May 6, 2011

Simple Living: Clothing

When I read Not Buying It: My Year Without Shopping, by Judith Levine, an otherwise interesting read was ruined when the author wrote about her clothing. Among other things, she described a sweater that had deteriorated to the point of uselessness within the time span of her one year experiment. "She's not going to make it," I thought. Her book may be about not shopping for a year, but it is definitely not about simple living.

However, Levine did cause me to consider my relationship with clothing. When she fretted about whether her favourite expensive wool socks would last through the 365 days of her shopping hiatus, I thought about my own sock drawer.

The socks I wear are also high quality wool, and I find it difficult to imagine what I would have to do to them to wear them out in one year. Even if they were the only pair of socks I owned. In my experience, a $12.00 pair of good wool socks should comfortably provide service for many years. Unless you are fire walking with them, or something.

I have thought a lot about clothes, which originally were intended to simply cover and protect the body. Any budget I have seen has a generous line for clothing every month, up to several hundred dollars. Thousands of dollars per year for clothes. Are people, like Levine, wearing their clothes out extra fast? Losing them? Why is this necessary?

Fashion is one of the most obvious forms of waste and planned obsolescence. Go to your clothes closet. Set aside enough clothes to wear a different outfit each day for a week. Wear only the clothes you’ve chosen for the next two weeks. Then consider, "What are all those other clothes for?"

Wasting clothing does not honour the clothes, or the people who make them. It wastes our money, and closet space (not to mention psychic space). We can keep a simple selection of clothing, making sure that we wear them out before replacing them. We can learn sewing skills and repair clothes rather than toss them. We can make do with the clothes we have. We can do without fashion complicating our lives.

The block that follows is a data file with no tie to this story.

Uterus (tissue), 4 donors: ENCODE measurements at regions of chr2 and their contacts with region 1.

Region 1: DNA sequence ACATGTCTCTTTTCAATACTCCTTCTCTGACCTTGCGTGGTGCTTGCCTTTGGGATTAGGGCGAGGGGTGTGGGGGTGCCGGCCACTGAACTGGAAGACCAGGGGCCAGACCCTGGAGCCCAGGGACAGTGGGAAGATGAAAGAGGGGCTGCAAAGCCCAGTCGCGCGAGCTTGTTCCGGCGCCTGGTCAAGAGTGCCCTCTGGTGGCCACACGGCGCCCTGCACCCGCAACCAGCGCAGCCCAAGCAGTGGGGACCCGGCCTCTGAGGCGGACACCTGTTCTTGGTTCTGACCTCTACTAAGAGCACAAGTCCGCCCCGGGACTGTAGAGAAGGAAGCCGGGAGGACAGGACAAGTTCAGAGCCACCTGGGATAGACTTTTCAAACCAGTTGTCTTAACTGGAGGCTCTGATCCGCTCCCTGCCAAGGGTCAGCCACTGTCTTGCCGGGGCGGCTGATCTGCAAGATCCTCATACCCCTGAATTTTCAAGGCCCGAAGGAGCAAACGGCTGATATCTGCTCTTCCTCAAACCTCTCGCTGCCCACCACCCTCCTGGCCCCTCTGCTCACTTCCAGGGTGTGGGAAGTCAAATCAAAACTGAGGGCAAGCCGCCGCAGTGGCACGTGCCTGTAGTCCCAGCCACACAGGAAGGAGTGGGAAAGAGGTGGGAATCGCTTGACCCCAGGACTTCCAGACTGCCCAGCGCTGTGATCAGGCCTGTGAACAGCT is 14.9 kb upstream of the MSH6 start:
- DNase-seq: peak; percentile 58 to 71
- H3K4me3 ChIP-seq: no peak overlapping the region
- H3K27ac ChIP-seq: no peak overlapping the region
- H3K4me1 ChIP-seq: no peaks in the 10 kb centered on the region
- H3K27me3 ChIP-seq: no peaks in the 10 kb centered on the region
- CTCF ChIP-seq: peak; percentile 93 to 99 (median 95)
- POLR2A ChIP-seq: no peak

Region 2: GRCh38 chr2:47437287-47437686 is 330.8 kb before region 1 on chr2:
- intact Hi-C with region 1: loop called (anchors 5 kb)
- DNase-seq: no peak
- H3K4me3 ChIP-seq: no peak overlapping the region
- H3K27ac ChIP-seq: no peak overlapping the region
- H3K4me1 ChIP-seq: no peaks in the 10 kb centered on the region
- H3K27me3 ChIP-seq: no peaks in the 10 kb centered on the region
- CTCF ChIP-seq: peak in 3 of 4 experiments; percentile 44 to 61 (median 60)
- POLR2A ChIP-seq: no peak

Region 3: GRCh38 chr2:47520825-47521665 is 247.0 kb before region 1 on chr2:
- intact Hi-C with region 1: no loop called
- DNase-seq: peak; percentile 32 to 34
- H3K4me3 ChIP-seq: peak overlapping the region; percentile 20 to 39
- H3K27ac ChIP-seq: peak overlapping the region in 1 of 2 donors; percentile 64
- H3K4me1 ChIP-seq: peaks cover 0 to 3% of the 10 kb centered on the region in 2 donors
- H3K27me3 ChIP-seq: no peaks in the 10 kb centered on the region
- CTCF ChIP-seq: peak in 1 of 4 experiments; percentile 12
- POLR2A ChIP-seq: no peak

Whoever joins me must be ready to sleep on the plain floor, wear simple clothes, get up early, live from undemanding nutrition and even clean his toilet.

- Mahatma Gandhi


  1. I've got some walking socks that must be about eight years old and they still look good. Admittedly they weren't cheap - replacements would cost me GB£15.99 for two pairs at current prices - but the point is I don't need to replace them yet!

    Most of my daily work is outside gardening and I've found that men's or boys' (if you are small) clothing is much better made and harder wearing than women's. It is also has a more practical cut if you have a physical job because the shirts are longer in the body and the and the trousers are less figure hugging and more comfortable.

  2. Halfrida,

    Thank you for sharing some very practical clothing tips. And for pointing out that good socks can last a long time. Happy gardening.


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